This article explores the history of Juneteenth—the commemoration of the emancipation of enslaved people in Texas—in San Francisco, California. In 1945, Wesley Johnson, a Texan migrant, introduced Juneteenth to San Francisco's Black community. The celebration sustained itself over seventy years, making it the longest continuous urban celebration of Juneteenth. Juneteenth remained relevant in San Francisco because it became intertwined with the history of African Americans in the Western Addition neighborhood. Most significantly, the holiday was a key expression of resilience as the city demolished the neighborhood in the 1960s, expelling much of the Black community. Surprisingly, later in the 1980s, the holiday became a key point of contact between the city and the Black community. This unlikely holiday continues in San Francisco to the present day. [ABSTRACT FROM AUTHOR]
We are 52 Black scientists. Here, we establish the context of Juneteenth in STEMM and discuss the barriers Black scientists face, the struggles they endure, and the lack of recognition they receive. We review racism's history in science and provide institutional-level solutions to reduce the burdens on Black scientists. [ABSTRACT FROM AUTHOR]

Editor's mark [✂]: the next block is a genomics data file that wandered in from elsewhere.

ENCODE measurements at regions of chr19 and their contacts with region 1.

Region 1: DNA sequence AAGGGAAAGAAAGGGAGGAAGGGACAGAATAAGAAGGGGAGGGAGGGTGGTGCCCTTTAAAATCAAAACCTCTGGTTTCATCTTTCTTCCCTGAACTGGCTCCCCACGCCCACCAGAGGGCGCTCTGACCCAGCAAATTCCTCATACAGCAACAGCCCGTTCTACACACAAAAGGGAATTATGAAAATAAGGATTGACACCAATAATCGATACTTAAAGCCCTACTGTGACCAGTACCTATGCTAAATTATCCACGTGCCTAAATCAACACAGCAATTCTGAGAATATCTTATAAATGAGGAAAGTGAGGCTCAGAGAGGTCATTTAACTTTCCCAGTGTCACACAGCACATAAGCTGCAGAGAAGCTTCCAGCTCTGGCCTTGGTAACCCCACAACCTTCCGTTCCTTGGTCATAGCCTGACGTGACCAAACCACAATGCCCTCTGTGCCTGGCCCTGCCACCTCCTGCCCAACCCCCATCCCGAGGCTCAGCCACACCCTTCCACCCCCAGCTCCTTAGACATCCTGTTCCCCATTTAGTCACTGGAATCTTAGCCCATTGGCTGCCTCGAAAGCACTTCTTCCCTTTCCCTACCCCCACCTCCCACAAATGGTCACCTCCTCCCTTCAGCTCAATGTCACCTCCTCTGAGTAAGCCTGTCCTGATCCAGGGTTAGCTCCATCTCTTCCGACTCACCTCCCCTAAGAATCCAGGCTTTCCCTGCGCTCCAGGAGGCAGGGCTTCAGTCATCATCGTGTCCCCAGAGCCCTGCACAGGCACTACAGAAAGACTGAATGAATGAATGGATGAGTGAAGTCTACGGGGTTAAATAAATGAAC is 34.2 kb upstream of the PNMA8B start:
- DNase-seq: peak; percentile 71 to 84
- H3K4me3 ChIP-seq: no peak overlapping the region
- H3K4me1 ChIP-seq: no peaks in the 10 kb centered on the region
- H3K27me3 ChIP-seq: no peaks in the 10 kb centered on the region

Following the Civil War, African Americans in Texas celebrated their emancipation on 19 June 1865 with an annual holiday known as "Juneteenth." The celebration migrated to other areas of the country, and since 2002 there has been a concerted effort to establish it as a national holiday. Using the recent revival and diffusion of Juneteenth as its focal point, the article examines local press coverage of the celebration in four states: California, Louisiana, New York, and Illinois. The coverage illustrates how journalists invoke history to explain current events and also highlights the changing, fluid nature of public memory. In contrast to the view of history as a fixed, stable account of past events, the evidence reveals that the historical record is continually changing based on contemporary concerns, political motivations, and, in this particular case, the ongoing integration of African Americans into American society. [ABSTRACT FROM AUTHOR]
Exploring personal experiences and the historical significance of the holiday. It discusses the author's childhood memories of Juneteenth in church, the spread of celebrations across the U.S., and the importance of understanding history's role in shaping the present and future.